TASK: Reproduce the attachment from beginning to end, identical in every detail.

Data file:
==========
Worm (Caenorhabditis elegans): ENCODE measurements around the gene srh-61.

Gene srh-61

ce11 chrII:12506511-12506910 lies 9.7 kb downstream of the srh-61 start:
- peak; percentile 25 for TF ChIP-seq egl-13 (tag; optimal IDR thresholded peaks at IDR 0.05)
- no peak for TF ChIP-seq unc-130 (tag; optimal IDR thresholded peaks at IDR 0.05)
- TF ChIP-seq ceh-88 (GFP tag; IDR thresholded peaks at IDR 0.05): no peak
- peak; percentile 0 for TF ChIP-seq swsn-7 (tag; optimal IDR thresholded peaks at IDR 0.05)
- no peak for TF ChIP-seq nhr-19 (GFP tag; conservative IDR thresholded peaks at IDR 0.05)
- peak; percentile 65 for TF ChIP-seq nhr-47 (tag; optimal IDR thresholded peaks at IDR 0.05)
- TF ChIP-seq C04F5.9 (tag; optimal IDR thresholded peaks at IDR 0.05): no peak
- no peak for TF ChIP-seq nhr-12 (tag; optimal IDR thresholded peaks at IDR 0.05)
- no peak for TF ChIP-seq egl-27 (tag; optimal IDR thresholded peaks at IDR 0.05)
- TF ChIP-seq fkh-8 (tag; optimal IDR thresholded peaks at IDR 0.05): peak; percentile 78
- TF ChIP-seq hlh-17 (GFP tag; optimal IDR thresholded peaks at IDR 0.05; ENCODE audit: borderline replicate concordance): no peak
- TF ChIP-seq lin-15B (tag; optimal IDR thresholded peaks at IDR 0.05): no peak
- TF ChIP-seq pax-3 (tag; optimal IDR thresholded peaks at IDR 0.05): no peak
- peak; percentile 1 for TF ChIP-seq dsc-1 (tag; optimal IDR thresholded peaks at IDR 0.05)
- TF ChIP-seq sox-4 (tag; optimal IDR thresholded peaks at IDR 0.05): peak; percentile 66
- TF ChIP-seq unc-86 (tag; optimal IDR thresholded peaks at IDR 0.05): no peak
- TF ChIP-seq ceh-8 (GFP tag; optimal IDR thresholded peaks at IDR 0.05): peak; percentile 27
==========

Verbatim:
Worm (Caenorhabditis elegans): ENCODE measurements around the gene srh-61.

Gene srh-61

ce11 chrII:12506511-12506910 lies 9.7 kb downstream of the srh-61 start:
- peak; percentile 25 for TF ChIP-seq egl-13 (tag; optimal IDR thresholded peaks at IDR 0.05)
- no peak for TF ChIP-seq unc-130 (tag; optimal IDR thresholded peaks at IDR 0.05)
- TF ChIP-seq ceh-88 (GFP tag; IDR thresholded peaks at IDR 0.05): no peak
- peak; percentile 0 for TF ChIP-seq swsn-7 (tag; optimal IDR thresholded peaks at IDR 0.05)
- no peak for TF ChIP-seq nhr-19 (GFP tag; conservative IDR thresholded peaks at IDR 0.05)
- peak; percentile 65 for TF ChIP-seq nhr-47 (tag; optimal IDR thresholded peaks at IDR 0.05)
- TF ChIP-seq C04F5.9 (tag; optimal IDR thresholded peaks at IDR 0.05): no peak
- no peak for TF ChIP-seq nhr-12 (tag; optimal IDR thresholded peaks at IDR 0.05)
- no peak for TF ChIP-seq egl-27 (tag; optimal IDR thresholded peaks at IDR 0.05)
- TF ChIP-seq fkh-8 (tag; optimal IDR thresholded peaks at IDR 0.05): peak; percentile 78
- TF ChIP-seq hlh-17 (GFP tag; optimal IDR thresholded peaks at IDR 0.05; ENCODE audit: borderline replicate concordance): no peak
- TF ChIP-seq lin-15B (tag; optimal IDR thresholded peaks at IDR 0.05): no peak
- TF ChIP-seq pax-3 (tag; optimal IDR thresholded peaks at IDR 0.05): no peak
- peak; percentile 1 for TF ChIP-seq dsc-1 (tag; optimal IDR thresholded peaks at IDR 0.05)
- TF ChIP-seq sox-4 (tag; optimal IDR thresholded peaks at IDR 0.05): peak; percentile 66
- TF ChIP-seq unc-86 (tag; optimal IDR thresholded peaks at IDR 0.05): no peak
- TF ChIP-seq ceh-8 (GFP tag; optimal IDR thresholded peaks at IDR 0.05): peak; percentile 27